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Self-portrait as Woman and Parasol

Zoë Brigley performs 'Self-portrait as Woman and Parasol'



"'Self-portrait as Woman and Parasol’ explores freedom, sexuality and our relationship with place," explains Zoë. "Can we still feel the kind of sublime awe that the Romantics described when encountering wild spaces? This poem suggests that we can, and one place described is the ruined Medieval manor, Guy’s Cliffe House, just outside Warwick. The poem asks us not to sabotage these sublime moments, but to pursue them."

Speaking about her Warwick module, 'The Practice of Poetry', Zoë says, "What I remember most was the joy of discovery. It felt as though we were starting out on a journey full of gorgeous sights and wonders. I always loved writing, but working with other writers, having that sense of camaraderie was something I will never forget. I owe so much to my tutors on that course, David Morley and Peter Blegvad. Both did not merely present and analyse the poets we read, but illuminated and enlivened the printed word, and they made us feel that we could find something unique and extraordinary in our own writing. As a grad student at Warwick, I had a chance to teach on the Practice of Poetry module with David Morley, and his guidance on teaching still inspires me today."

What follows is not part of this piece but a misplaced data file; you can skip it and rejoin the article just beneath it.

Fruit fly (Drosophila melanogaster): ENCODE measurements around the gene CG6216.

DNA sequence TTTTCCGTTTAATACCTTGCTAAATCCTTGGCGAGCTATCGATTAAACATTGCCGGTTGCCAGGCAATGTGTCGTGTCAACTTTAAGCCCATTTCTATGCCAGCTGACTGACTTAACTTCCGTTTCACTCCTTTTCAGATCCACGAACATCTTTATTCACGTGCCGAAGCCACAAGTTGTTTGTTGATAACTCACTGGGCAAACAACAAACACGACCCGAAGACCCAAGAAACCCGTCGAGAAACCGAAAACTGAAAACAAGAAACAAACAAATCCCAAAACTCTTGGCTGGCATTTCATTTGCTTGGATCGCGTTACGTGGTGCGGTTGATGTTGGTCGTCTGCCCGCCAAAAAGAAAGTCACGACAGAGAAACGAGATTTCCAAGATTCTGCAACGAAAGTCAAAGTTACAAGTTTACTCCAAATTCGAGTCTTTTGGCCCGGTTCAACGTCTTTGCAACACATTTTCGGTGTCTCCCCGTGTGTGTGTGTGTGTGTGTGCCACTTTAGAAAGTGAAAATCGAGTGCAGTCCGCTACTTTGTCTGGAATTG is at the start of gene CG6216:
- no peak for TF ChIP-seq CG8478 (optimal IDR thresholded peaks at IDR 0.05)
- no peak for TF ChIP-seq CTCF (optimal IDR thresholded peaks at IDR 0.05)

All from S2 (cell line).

Self-portrait as Woman and Parasol

I have only felt it in a few places I visited -
always in summer - and it never lasted too long.

Zoë Brigley

Once in Appalachia, that day at the marsh:
the hot wind turning, raking the spike rushes;
bees dozing, zipping over bare arms;
the wind falling like a sigh, a great weight
lifting from me; and the gorgeous stems
of goldenrod growing up into the light,
bright as an aria. A deep longing for closeness
in the lips of flowers, like that summer
would drive me crazy for an old freshness.
Finding those places is like undressing:
the first touch of me to you, and slowly walking
through long grass is wading in a pond naked.

Once in the ruins of Dunraven Castle, high up
on the cliffs, where the light met me, palpable
and taut as skin. Above the dizzying sweep,
my stomach fell like a long drop into the sea.

And today in Warwick, the bronzed stubble
of a mown cornfield offers a yellow-brick road.
Beyond is the square tower of St John the Great,
and at top a weathercock, twisting one way
or another in the breeze. A river of nettles,
sore and toothed, covers the banks of the Avon,
and above it all the socket windows of Guy’s Cliffe House.

Do you recall the sketch of that river in the 1700s:
the long, trimmed lawn down to the water’s edge?
Rich women perch on chairs, milady lounging
on a rowboat with nothing to do, but sit back
and be punted along a lazy summer afternoon.
One woman, lying across a boat, looks down
into the black river: the water so still
that the lily pads seem to be fixed in glass.
The parasol from her hand is put aside
so the sun falls on her face and neck,
her throat and wrists. One hand breaks
the surface with a touch of something
silken and wet and delicious.
How gorgeous must the sensation be
on a body that never wore a mini-skirt or bikini
in the sun: how lovely the light breaking
on freckling skin. And how hard it is too
to force her hand up and lift the parasol again.

Zoë Brigley (Thompson) is a poet and writer, and is currently a Visiting Assistant Professor at the Ohio State University in the United States. She has published two collections of poetry The Secret and Conquest, both from Bloodaxe, and both were Poetry Book Society Recommendations. She also researches gender, sexuality and violence and edited the Routledge volume, Feminism, Literature and Rape Narratives.